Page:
We're mired chest-deep, or maybe scalp-deep, in that mission now.  And I'd guess we're pretty damn far from anything close to a consensus on how much more we're willing to dedicate (whether we're doing that right is another story...more on that another time).  What those who'd automatically shut it down and bring everyone home might wish to consider is that we've left Afghanistan in the lurch before, with serious consequences...and that many commanders and even independent observers insist that we are making progress now ("fragile and reversible gains," but still, gains).  What those who'd continue the rebuilding endlessly might wish to consider is that the number of attacks by Afghans in uniform on Coalition members, or on their government, or on their own civilians, point to a worsening situation.  At the very least, we must be willing to constantly and truly re-evaluate our approach and have the courage to alter it as needed.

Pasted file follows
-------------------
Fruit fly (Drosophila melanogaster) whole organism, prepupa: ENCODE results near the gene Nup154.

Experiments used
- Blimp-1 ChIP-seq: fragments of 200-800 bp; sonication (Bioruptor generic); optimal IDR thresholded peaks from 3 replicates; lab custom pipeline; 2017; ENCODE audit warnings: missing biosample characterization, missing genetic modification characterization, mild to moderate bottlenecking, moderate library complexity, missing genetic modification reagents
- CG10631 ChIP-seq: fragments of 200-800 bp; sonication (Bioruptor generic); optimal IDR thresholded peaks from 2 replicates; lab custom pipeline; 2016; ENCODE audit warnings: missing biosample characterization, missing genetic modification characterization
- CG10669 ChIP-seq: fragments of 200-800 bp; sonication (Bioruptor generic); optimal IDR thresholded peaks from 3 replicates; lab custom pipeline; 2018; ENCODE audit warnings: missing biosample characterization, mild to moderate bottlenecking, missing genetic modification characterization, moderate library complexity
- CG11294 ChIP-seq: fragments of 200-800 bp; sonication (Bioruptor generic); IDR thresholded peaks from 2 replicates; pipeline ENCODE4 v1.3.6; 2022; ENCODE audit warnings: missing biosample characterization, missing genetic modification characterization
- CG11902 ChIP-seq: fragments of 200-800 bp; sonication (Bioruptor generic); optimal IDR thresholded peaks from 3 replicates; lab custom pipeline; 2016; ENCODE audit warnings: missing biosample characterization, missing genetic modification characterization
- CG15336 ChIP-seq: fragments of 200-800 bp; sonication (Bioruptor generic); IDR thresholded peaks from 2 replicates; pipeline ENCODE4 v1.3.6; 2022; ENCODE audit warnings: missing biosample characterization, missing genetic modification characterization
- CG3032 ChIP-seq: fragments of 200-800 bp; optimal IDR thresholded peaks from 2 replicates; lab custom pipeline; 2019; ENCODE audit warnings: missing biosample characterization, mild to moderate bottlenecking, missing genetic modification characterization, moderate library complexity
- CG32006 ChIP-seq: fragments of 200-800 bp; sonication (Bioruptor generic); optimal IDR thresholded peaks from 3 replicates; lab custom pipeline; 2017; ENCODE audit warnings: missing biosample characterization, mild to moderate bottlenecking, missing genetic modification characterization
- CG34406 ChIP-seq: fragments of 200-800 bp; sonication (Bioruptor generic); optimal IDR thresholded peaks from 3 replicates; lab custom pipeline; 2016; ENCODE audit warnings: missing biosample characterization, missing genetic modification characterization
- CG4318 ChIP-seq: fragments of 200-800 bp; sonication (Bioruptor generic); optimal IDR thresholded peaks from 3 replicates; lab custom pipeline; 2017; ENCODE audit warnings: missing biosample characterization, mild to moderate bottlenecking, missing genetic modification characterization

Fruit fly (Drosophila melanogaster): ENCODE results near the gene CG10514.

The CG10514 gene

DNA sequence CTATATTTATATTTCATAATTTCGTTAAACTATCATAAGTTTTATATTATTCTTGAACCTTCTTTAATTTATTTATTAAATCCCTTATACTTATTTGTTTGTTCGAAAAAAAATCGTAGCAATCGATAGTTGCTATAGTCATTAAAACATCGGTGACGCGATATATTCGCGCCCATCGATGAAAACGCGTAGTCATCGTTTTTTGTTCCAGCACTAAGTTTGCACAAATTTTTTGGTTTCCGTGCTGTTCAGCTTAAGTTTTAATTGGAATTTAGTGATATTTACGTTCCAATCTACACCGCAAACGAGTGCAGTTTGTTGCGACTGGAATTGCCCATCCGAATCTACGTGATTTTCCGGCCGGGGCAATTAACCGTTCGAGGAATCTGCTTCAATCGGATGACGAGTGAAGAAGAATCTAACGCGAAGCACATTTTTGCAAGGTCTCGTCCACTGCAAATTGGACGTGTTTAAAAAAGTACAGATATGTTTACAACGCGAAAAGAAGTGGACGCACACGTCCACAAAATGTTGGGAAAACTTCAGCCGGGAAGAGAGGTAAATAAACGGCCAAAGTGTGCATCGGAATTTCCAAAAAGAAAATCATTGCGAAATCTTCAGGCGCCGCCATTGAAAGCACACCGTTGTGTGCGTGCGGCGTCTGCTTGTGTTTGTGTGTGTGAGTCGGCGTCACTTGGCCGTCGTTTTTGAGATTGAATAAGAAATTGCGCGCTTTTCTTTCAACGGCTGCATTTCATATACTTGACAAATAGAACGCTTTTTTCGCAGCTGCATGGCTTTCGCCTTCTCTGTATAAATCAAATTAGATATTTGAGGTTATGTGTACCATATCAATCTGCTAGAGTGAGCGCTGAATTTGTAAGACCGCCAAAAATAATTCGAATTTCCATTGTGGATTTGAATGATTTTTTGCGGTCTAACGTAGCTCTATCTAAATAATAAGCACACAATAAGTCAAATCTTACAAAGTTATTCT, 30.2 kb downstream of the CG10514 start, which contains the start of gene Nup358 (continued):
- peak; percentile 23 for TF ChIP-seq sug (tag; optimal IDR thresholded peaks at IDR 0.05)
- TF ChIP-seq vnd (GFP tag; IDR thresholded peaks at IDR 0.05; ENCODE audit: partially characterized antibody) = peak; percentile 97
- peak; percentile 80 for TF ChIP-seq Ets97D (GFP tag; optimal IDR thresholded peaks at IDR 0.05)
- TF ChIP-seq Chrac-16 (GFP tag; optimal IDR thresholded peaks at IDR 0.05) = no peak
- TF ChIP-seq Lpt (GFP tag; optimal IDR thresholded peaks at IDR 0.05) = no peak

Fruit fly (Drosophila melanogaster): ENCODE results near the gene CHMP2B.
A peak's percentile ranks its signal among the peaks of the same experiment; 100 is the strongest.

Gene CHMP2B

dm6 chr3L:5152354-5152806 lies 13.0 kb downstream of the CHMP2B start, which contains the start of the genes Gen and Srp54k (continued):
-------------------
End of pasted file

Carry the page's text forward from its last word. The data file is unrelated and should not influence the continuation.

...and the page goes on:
One of those incidents took place just two weeks ago at the base located alongside Kabul Airport; eight airmen and one civilian of NTM-A lost their lives when an Afghan pilot opened fire on them.  When attacks this disturbing were far more rare, I was troubled by the overreaction to them by those who didn't work alongside Afghan soldiers...and now I feel instead the helpless reaction from half a world away, wondering how many more our public (those paying attention, anyway) have the stomach for.

Memorial service at Camp Eggers, April 2011